For 70,000 displaced Rohingya Muslim refugees in western Myanmar, the choice is simple: wait until Cyclone Mahasen swallows their low-lying camps on Wednesday (May 15), or run back to higher ground they were once violently forced from.
Human Rights Watch, which for months has been issuing warnings about dangers posed by the oncoming rainy season, is clear on its position. Brad Adams, Asia director, said: “If the government fails to evacuate those at risk, any disaster that results will not be natural, but man-made.”
Cyclone Mahasen is travelling towards Myanmar and Bangladesh over the Bay of Bengal with wind speeds of at least 45 knots (85 kilometers per hour). The US Navy’s Joint Typhoon Warning Center expects those speeds to reach 70 knots as the cyclone strikes land. While Mahasen is not on the scale of Cyclone Nargis, which in 2008 killed more than 130,000 people, it may still bring tidal surges, thunderstorms, violent winds and flooding. While 8.2 million people are potentially at risk, the greatest danger is to vulnerable coastal refugee camps in Myanmar. And there’s already a death toll: At least 50 Rohingya Muslims are missing since boats trying to evacuate refugees capsized on Monday off Myanmar’s western coast.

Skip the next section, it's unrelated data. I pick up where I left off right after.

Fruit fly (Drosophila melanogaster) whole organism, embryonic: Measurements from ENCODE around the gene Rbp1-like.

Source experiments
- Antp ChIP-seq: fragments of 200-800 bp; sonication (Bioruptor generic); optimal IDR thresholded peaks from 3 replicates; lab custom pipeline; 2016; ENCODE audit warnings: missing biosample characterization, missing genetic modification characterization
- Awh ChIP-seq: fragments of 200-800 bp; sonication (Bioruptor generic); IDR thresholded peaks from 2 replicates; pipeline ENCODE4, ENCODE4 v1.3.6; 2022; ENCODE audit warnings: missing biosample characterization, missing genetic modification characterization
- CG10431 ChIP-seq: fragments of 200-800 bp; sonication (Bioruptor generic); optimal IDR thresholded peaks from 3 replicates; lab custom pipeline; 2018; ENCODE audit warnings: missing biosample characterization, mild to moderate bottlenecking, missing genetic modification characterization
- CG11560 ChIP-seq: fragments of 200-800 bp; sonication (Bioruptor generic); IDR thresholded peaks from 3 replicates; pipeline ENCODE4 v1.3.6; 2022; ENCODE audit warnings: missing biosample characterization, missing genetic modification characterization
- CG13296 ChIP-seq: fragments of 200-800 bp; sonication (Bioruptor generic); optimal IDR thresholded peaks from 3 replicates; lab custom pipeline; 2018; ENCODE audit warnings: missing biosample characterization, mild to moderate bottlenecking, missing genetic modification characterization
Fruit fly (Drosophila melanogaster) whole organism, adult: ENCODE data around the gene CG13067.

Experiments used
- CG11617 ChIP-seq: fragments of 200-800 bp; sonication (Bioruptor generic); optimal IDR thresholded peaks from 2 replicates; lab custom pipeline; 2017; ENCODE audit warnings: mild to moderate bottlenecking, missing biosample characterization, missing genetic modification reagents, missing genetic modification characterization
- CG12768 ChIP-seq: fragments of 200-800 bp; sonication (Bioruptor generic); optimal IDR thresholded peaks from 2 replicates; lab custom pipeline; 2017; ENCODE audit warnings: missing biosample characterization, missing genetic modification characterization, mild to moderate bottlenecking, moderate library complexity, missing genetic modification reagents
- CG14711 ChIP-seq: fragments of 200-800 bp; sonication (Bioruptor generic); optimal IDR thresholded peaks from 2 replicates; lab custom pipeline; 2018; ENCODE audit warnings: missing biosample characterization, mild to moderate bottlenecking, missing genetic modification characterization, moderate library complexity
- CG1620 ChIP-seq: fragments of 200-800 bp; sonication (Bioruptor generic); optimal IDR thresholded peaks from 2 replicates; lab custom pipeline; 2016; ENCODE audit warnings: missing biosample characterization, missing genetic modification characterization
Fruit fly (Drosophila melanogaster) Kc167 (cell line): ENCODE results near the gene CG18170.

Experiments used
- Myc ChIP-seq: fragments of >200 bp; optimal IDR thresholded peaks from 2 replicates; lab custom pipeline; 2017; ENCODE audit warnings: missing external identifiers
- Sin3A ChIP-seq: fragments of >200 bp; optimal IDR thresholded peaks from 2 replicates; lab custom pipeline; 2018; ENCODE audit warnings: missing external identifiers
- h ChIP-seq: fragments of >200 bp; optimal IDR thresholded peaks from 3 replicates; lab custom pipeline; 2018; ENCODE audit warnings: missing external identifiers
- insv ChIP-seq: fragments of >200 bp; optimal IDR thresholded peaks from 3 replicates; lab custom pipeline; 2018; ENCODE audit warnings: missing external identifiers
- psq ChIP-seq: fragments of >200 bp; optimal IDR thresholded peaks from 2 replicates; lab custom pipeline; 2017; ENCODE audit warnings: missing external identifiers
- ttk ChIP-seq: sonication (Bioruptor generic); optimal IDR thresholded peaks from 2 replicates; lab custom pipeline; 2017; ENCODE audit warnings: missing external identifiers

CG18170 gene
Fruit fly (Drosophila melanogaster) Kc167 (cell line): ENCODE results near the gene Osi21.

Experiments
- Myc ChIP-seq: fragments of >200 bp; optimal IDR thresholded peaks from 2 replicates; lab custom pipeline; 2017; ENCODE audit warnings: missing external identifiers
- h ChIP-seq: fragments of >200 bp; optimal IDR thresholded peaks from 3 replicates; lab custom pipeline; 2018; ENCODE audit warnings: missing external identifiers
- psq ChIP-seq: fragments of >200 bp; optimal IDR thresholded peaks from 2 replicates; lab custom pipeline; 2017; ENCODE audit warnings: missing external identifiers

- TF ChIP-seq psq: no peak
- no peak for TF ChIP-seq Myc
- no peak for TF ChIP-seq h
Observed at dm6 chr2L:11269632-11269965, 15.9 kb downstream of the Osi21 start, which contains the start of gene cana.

Rohingya are a minority in Myanmar and have been the target of religious and ethnic violence which has killed over a hundred people and displaced 140,000 since the country emerged from military rule in 2011. Anti-Rohingya and anti-Muslim violence has spread across the country since a flare-up in June last year and Human Rights Watch has condemned Buddhist monks, state politicians and security forces for being complicit in a campaign of “ethnic cleansing.”
This makes leaving the heavily guarded refugee camps to avoid Cyclone Mahasen a risky prospect, particularly as many of the refugees are desperately poor and homeless. The UN, which is working with the Myanmar government to evacuate the vulnerable, reports that some communities have refused to use military vehicles or shelter in military barracks. The government and aid agencies are scrambling to evacuate whomever they can, and the government’s willingness to turn to foreign help makes a welcome contrast with 2008, when foreigners were banished and thousands were left destitute. But if Mahasen takes more lives, politicians will be facing some tough questions about why they did not act sooner.